As part of a new series, Scouting Wire is taking a look at how members of our Scouting family across the country observe a variety of religious holidays of their own faith and support fellow unit members in theirs.
This month, join us as we hear from the leader of a Cub Scout den from the Circle Ten Council who tells us in his own words how the den recognizes Ramadan. Read on to hear den leader Hussain Jinnah offer his unique perspective on this holiday, its traditions, and how his very own Cub Scout community – including his Tiger Scout son Cyrus – honors this special time.
Please share your perspective on Ramadan and what you feel it means to those who observe it.
Hussain: Ramadan is the ninth month of the Islamic lunar calendar. The month begins and ends with the appearance of the new moon. This year, it is observed from May 5th – June 4th.
For thirty days, Muslims fast from sunrise to sunset. Fasting is the practice of abstaining from food and beverages. It is a way to feel solidarity with millions of poor and hungry people around the world who fast day and night without choice. Of course, exceptions are made for people with health concerns, pregnant women, nursing mothers, postpartum women, children, and seniors.
Ramadan is more than just fasting. Muslims put extra emphasis on introspection, self-restraint, self-reflection, prayers, charity, and selflessness to improve one’s character and benefit society. This, in turn, is a way to cleanse the soul and have empathy for the less fortunate.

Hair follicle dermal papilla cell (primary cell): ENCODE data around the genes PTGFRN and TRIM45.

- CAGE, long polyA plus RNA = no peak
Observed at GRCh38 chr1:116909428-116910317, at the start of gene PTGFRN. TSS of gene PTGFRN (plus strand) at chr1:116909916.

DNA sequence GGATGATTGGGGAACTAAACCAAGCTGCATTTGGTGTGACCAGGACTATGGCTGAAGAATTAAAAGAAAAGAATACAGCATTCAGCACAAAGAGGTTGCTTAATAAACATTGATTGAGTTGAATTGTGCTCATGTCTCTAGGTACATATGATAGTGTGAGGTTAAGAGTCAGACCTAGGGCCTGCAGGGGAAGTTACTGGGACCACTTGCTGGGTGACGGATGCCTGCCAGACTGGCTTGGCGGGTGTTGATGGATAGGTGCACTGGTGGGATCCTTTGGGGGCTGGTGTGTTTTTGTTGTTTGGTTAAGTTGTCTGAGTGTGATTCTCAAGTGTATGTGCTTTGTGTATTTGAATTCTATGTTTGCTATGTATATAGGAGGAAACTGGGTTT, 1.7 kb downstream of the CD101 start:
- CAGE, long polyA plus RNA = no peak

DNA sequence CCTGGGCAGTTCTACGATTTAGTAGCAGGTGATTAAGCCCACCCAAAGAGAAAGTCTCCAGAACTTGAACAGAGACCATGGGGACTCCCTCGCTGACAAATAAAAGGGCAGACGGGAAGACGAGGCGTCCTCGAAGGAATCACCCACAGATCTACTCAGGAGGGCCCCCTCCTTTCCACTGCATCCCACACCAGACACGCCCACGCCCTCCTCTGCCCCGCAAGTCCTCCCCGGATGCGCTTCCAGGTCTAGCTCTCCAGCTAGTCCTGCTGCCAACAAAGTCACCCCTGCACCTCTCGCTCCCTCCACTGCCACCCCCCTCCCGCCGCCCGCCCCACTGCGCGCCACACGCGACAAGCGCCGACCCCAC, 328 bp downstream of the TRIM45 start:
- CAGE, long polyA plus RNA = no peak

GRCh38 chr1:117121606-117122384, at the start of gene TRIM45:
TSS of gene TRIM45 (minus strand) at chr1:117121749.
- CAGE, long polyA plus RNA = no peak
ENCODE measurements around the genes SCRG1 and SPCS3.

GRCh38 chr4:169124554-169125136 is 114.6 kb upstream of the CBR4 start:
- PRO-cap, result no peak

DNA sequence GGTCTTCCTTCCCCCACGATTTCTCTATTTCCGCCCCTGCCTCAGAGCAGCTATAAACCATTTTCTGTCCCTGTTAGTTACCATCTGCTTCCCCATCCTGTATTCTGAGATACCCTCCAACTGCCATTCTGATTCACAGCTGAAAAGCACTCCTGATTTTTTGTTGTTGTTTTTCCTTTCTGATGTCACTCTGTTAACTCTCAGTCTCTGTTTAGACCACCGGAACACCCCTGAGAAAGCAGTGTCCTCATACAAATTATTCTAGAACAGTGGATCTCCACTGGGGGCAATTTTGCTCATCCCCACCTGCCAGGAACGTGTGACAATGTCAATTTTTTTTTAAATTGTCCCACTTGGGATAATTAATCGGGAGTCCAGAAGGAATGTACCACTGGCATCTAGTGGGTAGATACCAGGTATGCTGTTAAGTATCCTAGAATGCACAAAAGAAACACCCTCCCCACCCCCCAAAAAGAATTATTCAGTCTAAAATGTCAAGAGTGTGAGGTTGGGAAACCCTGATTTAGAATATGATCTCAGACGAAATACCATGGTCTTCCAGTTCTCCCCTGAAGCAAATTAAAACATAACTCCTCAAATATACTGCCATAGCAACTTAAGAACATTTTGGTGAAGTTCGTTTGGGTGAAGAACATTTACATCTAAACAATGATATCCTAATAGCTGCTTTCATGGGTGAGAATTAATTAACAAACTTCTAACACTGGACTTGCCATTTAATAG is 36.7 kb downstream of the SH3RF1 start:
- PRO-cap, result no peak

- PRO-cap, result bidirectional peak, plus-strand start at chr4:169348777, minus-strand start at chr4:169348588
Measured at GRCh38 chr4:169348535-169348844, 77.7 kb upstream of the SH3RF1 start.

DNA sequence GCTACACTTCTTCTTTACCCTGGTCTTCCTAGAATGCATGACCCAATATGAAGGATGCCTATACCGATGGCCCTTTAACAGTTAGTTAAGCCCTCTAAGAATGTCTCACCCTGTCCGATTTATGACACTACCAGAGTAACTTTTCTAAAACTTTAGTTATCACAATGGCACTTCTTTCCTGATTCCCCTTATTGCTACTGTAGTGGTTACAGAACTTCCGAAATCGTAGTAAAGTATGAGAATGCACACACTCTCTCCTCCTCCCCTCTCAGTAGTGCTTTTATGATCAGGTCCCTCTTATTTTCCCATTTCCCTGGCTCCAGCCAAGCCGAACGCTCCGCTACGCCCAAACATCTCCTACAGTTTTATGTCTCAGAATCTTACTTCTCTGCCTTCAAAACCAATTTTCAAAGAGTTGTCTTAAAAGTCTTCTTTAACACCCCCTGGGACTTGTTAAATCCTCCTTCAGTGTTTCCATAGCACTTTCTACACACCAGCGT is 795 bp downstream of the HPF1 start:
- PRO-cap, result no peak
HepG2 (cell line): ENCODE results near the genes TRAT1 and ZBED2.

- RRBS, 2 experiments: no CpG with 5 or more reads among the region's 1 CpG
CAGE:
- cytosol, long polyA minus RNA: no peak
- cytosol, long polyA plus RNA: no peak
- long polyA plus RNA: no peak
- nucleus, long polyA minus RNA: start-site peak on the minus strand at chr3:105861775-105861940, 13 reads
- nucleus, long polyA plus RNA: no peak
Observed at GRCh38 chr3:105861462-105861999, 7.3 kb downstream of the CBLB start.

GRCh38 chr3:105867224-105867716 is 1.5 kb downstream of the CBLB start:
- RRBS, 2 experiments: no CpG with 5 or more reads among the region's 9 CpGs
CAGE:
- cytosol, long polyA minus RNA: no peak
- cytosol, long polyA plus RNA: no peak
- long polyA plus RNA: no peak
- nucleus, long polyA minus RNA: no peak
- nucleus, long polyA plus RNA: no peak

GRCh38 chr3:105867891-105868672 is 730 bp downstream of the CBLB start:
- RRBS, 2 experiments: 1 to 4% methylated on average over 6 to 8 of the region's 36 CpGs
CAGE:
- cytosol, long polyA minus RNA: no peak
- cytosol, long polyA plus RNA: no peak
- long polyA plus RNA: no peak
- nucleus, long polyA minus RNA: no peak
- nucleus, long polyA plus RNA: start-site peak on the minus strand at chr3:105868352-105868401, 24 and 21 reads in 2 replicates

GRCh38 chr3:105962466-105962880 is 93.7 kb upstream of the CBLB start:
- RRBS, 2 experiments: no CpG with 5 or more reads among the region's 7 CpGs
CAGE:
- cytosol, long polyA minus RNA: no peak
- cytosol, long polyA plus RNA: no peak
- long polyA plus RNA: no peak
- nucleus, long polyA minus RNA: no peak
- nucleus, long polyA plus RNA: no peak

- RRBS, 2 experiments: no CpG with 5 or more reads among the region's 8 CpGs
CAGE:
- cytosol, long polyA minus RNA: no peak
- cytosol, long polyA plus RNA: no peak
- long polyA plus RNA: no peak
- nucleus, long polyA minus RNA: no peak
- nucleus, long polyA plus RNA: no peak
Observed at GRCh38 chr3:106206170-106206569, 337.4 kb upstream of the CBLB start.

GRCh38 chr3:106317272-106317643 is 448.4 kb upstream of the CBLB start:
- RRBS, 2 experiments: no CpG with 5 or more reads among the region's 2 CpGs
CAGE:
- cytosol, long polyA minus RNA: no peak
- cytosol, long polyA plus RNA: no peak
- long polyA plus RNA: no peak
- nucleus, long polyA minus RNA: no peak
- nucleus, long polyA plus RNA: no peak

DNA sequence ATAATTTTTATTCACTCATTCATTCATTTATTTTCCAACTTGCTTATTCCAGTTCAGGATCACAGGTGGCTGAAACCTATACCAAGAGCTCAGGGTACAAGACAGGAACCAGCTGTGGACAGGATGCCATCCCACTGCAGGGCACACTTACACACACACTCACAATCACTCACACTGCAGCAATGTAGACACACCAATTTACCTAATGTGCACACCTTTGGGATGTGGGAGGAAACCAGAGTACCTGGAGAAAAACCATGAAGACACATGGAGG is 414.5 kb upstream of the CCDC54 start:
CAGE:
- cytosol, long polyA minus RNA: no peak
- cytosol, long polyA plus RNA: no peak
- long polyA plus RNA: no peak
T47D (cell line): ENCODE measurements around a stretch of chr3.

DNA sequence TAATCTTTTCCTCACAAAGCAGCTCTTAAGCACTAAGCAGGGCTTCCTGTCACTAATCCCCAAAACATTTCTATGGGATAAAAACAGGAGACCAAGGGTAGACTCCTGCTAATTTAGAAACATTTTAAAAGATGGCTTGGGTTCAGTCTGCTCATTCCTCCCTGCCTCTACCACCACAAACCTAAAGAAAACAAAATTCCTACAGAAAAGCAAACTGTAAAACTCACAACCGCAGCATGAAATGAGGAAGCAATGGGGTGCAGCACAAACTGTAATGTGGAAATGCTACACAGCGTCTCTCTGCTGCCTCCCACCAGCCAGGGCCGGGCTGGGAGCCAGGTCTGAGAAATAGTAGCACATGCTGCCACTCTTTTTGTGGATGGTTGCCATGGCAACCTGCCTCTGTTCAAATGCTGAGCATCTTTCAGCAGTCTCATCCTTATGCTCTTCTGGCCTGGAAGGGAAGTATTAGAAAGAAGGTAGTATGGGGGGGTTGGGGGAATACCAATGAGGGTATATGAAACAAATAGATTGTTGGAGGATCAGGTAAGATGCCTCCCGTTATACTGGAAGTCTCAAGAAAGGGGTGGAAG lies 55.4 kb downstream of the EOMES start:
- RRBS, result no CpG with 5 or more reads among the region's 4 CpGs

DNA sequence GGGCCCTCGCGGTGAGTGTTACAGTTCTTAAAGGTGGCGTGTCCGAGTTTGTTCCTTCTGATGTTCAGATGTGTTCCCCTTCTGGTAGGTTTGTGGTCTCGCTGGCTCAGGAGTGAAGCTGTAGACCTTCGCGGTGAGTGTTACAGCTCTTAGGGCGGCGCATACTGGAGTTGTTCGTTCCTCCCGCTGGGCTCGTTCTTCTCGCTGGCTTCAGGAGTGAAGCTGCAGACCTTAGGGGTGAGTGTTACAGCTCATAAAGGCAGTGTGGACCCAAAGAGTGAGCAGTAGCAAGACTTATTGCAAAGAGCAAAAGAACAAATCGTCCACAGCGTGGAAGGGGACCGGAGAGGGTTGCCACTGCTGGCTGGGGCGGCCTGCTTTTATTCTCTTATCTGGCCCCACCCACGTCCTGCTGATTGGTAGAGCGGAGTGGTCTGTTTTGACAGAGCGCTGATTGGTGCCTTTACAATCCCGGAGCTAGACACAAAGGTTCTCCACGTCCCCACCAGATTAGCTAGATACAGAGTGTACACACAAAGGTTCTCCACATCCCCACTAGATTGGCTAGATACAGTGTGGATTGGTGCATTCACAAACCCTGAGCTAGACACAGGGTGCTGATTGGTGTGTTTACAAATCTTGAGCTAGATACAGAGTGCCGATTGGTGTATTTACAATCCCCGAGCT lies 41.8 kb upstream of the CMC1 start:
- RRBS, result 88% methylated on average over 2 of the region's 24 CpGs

The conclusion of Ramadan is marked with a major celebration known as Eid al-Fitr (or Eid ul-Fitr), the Feast of Fast-Breaking. Families often receive clothes, money and gifts during that time.
Scouts who observe this holiday can show consideration by doing service projects to help the less fortunate, feeding the hungry, collecting donations for food banks, doing additional charity work, and educating other non-Muslims about what Ramadan represents.
As one way to support those who celebrate Ramadan, a nice gestures is to accommodate Muslims by helping them avoid food during this time.
How does your Cub Scout den like to celebrate Ramadan?
Hussain: By observing the protocol, giving back to the less fortunate and celebrating with fellow Scouts over food (when appropriate).
How did your family get involved in Scouting?
Hussain: Scouting resonates with our core values as a Muslim community and what we fundamentally believe in as a family. We couldn’t find a better program to instill character, citizenship and ethics in our kids.
Special thanks to Scouter, Scout father, and handball coach extraordinaire Hussain Jinnah of the Circle Ten Council for sharing his story on Scouting Wire.